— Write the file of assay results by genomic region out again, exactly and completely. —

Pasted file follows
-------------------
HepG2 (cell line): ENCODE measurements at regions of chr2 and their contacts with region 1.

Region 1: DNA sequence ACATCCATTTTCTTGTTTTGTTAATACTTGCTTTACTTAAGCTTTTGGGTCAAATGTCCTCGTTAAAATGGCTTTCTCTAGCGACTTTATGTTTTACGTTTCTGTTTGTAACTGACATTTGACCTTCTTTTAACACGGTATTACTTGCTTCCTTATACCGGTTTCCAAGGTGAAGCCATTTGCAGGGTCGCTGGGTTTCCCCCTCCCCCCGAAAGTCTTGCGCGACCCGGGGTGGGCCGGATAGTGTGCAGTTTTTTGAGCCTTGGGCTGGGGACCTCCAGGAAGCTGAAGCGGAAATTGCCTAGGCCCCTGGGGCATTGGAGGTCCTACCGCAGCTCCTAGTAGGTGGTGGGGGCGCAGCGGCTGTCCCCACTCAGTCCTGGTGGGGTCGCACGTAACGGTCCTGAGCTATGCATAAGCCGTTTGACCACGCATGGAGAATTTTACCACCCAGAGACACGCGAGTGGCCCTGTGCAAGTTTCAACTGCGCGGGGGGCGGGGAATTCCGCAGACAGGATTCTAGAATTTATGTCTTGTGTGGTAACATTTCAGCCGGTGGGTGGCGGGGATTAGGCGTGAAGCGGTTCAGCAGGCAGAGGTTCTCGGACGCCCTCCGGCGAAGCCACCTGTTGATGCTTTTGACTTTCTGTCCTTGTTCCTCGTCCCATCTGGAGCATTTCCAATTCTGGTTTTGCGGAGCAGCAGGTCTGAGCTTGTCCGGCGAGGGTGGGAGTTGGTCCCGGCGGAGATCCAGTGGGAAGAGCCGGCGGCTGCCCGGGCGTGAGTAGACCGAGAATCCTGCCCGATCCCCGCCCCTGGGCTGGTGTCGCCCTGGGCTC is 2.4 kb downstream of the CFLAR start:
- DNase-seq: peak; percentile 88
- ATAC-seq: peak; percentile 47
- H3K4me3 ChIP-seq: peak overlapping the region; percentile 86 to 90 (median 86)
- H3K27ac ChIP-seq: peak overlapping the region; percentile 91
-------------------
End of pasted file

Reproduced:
HepG2 (cell line): ENCODE measurements at regions of chr2 and their contacts with region 1.

Region 1: DNA sequence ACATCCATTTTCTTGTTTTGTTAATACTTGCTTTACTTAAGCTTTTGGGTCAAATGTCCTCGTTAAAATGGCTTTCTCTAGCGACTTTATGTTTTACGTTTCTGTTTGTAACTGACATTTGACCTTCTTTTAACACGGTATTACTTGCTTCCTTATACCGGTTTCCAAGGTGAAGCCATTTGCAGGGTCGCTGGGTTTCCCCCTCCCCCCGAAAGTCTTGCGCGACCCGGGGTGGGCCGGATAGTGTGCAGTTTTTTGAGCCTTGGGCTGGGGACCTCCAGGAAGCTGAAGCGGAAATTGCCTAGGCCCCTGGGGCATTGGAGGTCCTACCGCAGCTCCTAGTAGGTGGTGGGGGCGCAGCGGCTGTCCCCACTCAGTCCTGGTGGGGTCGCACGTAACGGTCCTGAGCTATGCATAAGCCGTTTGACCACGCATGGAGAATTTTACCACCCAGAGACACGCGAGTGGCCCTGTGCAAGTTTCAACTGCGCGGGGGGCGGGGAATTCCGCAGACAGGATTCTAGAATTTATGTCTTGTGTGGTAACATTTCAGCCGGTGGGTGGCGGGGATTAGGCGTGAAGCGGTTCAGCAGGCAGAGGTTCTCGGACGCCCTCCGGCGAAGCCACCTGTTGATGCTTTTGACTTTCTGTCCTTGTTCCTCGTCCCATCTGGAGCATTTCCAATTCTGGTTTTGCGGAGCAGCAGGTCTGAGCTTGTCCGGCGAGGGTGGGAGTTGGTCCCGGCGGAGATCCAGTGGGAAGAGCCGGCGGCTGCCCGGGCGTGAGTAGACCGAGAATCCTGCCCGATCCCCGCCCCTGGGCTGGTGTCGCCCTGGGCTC is 2.4 kb downstream of the CFLAR start:
- DNase-seq: peak; percentile 88
- ATAC-seq: peak; percentile 47
- H3K4me3 ChIP-seq: peak overlapping the region; percentile 86 to 90 (median 86)
- H3K27ac ChIP-seq: peak overlapping the region; percentile 91